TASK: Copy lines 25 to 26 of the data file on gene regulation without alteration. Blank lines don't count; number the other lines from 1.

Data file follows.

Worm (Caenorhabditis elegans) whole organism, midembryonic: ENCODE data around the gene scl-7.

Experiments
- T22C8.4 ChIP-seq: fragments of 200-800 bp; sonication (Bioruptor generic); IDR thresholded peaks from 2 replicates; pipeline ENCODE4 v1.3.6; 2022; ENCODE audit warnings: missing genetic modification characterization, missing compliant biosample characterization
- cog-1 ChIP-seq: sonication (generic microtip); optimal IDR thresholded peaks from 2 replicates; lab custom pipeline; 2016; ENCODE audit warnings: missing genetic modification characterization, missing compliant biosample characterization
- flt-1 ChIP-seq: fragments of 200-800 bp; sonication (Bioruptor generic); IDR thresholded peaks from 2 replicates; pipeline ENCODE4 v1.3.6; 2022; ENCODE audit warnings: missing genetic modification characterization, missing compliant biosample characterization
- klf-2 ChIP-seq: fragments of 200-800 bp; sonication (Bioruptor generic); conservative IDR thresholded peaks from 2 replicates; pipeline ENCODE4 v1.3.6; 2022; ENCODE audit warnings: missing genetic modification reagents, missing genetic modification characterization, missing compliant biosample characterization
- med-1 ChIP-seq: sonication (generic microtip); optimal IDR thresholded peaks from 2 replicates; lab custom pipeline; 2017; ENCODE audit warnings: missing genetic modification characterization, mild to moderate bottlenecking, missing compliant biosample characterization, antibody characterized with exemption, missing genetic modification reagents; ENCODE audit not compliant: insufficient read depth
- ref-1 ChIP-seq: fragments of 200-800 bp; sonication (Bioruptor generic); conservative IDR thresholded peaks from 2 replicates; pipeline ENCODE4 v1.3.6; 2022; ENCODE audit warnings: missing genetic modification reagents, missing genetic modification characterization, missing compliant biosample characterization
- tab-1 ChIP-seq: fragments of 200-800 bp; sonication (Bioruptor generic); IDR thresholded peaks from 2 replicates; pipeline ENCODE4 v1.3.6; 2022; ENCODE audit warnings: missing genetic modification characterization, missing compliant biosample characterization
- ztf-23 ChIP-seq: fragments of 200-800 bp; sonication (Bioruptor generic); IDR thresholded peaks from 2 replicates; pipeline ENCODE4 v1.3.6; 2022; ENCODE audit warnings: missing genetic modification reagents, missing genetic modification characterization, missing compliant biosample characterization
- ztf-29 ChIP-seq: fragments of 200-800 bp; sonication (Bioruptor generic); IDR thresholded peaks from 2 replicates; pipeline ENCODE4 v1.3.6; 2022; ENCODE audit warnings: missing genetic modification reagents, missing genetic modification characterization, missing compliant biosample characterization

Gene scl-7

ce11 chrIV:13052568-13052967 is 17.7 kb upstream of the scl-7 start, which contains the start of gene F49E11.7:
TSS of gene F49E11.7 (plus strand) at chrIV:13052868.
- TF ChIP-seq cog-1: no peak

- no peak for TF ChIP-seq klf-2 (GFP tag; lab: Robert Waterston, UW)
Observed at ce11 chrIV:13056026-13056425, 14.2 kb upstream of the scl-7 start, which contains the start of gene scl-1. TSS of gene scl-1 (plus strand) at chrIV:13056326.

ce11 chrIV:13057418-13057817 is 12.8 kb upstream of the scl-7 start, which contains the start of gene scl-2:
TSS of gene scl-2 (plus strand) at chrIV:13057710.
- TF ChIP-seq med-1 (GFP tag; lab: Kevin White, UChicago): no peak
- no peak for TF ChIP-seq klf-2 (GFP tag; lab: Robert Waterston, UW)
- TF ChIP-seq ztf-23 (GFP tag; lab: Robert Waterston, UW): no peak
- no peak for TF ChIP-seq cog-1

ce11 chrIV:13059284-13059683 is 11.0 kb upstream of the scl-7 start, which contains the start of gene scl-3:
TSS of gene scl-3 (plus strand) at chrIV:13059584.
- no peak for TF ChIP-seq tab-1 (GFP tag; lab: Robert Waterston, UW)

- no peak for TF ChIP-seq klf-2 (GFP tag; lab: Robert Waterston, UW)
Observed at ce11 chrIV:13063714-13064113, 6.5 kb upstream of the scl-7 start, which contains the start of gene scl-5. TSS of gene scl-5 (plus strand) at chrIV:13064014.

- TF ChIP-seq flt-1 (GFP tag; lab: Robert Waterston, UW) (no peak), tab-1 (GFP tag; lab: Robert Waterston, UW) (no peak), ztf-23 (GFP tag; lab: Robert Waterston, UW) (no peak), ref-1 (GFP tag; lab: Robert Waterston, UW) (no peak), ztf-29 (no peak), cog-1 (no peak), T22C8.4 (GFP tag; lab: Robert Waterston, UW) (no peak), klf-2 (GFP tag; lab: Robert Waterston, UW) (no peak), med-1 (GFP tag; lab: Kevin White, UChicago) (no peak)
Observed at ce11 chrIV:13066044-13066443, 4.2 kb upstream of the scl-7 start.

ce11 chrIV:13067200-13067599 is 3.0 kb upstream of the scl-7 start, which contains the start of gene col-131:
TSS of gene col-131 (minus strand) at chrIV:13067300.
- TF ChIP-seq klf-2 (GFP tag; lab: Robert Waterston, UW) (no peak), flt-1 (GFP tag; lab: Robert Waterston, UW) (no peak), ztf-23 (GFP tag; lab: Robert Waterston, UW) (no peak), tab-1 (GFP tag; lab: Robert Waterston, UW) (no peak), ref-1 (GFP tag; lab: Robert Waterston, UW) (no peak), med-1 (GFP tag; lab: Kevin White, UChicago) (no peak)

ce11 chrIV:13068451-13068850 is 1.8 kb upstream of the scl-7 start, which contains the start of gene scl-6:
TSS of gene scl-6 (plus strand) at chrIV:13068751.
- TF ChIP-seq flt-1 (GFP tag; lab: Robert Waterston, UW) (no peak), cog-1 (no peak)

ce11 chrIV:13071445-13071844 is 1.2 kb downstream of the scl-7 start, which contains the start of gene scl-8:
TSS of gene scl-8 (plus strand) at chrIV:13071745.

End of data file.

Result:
TSS of gene scl-3 (plus strand) at chrIV:13059584.
- no peak for TF ChIP-seq tab-1 (GFP tag; lab: Robert Waterston, UW)